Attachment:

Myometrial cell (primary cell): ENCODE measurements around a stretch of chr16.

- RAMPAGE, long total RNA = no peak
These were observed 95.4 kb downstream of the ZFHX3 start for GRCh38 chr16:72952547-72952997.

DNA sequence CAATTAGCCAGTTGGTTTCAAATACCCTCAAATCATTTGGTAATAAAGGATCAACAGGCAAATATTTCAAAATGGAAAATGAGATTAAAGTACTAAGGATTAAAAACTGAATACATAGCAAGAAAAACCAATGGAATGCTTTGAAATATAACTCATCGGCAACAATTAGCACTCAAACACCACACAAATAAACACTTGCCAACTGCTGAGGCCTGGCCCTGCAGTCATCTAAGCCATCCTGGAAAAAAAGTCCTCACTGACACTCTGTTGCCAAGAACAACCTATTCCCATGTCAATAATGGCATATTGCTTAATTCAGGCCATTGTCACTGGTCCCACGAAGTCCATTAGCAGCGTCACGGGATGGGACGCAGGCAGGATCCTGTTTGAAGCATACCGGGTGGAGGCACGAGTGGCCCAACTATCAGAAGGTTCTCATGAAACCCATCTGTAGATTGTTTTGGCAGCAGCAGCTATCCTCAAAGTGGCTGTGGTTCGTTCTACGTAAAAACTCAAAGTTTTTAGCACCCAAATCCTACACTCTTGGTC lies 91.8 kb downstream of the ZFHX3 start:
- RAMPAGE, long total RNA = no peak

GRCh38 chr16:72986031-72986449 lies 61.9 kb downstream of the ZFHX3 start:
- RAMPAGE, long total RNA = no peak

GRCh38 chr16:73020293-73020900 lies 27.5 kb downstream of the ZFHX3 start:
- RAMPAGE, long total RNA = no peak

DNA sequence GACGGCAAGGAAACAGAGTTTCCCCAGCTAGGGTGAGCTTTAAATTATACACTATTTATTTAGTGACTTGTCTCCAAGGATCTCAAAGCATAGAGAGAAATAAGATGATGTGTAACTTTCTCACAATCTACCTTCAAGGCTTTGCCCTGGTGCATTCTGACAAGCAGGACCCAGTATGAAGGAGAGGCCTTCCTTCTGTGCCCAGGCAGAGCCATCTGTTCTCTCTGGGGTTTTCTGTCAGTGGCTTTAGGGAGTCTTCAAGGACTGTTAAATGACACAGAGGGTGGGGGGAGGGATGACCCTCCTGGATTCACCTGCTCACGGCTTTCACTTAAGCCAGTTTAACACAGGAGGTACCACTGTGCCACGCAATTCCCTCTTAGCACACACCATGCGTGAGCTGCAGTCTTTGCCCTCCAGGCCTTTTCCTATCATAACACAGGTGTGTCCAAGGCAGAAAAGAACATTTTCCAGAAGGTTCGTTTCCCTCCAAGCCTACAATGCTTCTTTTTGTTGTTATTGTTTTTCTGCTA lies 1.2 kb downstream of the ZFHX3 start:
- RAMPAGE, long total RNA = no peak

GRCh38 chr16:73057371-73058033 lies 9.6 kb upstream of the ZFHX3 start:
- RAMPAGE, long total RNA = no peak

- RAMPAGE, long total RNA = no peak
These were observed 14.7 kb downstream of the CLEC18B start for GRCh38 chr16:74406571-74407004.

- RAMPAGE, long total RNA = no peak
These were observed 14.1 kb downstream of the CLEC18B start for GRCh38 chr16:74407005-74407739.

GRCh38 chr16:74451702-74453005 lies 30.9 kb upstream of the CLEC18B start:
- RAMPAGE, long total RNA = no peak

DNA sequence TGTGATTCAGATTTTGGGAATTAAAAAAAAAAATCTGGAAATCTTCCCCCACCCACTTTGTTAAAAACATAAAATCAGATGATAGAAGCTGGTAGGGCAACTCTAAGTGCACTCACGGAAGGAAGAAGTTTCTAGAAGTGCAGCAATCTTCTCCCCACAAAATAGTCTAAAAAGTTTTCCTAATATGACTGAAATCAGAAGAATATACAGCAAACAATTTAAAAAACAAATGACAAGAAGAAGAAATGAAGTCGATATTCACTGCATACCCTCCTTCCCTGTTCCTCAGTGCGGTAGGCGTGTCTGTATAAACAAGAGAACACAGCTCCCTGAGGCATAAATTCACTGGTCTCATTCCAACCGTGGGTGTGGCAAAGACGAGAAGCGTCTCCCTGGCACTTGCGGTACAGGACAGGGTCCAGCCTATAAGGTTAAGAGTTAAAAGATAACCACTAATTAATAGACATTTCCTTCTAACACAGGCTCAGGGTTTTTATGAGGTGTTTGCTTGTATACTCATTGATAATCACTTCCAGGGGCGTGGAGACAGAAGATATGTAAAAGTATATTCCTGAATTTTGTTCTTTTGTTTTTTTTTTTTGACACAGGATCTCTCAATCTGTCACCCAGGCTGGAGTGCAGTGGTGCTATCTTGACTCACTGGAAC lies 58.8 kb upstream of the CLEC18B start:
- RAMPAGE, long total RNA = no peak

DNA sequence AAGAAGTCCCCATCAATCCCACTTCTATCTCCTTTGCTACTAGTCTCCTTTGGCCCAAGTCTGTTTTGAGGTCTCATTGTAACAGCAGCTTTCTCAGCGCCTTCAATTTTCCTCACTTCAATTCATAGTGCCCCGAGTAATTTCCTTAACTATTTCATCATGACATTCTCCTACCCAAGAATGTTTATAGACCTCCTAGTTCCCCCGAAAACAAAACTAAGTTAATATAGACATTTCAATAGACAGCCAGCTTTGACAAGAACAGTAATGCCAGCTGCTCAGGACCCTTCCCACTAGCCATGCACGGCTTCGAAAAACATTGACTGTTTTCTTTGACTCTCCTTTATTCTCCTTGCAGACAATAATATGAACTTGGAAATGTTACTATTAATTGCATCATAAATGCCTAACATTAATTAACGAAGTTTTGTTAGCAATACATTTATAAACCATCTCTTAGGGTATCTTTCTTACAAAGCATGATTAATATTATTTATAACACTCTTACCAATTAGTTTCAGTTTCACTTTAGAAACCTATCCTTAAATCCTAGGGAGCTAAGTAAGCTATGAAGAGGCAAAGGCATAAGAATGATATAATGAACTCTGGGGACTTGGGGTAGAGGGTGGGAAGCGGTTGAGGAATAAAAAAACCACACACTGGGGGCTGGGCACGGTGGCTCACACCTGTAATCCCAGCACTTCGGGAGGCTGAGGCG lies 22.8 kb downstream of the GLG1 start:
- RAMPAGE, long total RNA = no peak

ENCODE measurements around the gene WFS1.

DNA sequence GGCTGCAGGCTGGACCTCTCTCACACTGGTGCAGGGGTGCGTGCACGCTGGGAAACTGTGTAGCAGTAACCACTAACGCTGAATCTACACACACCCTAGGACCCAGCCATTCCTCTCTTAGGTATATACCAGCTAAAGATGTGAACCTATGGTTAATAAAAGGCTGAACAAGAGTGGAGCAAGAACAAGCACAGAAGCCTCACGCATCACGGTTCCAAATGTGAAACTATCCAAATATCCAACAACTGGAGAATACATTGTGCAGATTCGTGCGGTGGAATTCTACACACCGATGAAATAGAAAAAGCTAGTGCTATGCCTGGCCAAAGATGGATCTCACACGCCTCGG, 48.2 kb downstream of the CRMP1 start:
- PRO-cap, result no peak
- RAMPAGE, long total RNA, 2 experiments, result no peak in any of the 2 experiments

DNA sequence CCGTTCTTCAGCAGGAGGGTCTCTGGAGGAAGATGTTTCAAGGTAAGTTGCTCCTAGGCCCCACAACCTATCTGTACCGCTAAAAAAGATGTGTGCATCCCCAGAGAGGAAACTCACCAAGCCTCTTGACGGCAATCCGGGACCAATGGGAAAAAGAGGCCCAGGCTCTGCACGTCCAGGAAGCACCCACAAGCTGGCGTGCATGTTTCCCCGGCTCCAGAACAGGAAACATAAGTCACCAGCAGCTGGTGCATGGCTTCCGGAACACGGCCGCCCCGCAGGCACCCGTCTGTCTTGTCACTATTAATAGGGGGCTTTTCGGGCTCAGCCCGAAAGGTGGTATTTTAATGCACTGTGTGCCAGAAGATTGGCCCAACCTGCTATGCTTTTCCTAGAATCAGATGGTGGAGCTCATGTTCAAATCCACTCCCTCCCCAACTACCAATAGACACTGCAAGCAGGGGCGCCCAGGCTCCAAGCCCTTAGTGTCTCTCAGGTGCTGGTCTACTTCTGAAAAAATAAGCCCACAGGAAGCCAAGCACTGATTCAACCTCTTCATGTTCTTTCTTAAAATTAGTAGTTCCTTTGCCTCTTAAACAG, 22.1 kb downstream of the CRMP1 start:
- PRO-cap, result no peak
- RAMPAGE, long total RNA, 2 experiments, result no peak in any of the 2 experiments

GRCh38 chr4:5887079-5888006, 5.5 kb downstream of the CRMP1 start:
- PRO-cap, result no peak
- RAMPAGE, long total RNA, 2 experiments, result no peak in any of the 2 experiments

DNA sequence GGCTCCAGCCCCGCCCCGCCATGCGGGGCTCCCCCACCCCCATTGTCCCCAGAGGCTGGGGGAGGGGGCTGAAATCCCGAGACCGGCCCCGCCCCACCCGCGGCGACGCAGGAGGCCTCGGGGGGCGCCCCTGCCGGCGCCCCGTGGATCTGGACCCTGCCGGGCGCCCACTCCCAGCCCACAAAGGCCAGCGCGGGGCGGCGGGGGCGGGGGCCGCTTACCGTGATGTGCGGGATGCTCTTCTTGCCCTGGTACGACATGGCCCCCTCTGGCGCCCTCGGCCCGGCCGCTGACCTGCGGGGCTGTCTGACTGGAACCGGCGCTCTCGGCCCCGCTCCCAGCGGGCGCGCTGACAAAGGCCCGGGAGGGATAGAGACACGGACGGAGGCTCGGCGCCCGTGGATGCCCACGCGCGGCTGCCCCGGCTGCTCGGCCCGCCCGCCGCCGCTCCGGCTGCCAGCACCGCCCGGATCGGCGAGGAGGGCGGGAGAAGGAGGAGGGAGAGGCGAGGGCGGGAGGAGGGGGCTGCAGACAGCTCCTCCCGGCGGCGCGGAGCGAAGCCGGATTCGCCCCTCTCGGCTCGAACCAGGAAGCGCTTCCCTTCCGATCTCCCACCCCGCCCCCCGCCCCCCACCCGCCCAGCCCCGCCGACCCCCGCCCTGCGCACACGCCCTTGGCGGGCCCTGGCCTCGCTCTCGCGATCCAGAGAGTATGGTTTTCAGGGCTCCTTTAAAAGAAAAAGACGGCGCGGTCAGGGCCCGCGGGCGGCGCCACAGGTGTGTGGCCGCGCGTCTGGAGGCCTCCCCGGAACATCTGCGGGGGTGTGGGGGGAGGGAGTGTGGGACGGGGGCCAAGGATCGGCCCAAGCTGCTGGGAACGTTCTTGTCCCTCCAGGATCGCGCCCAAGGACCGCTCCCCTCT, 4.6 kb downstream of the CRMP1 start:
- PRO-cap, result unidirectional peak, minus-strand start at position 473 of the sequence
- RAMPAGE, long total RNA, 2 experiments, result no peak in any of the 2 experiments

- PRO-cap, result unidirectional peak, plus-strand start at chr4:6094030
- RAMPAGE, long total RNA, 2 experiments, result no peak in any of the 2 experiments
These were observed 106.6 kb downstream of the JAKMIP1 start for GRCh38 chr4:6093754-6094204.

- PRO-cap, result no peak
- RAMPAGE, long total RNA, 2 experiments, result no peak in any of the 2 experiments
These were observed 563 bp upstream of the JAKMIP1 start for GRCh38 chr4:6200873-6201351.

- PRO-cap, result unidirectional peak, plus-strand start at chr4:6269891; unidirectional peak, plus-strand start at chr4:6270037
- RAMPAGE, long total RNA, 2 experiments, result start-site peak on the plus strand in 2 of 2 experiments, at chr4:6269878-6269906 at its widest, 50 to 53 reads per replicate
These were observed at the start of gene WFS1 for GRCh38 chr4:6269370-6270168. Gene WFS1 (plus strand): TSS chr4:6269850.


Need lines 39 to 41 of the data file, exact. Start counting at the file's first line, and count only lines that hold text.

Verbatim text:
These were observed 106.6 kb downstream of the JAKMIP1 start for GRCh38 chr4:6093754-6094204.

- PRO-cap, result no peak
- RAMPAGE, long total RNA, 2 experiments, result no peak in any of the 2 experiments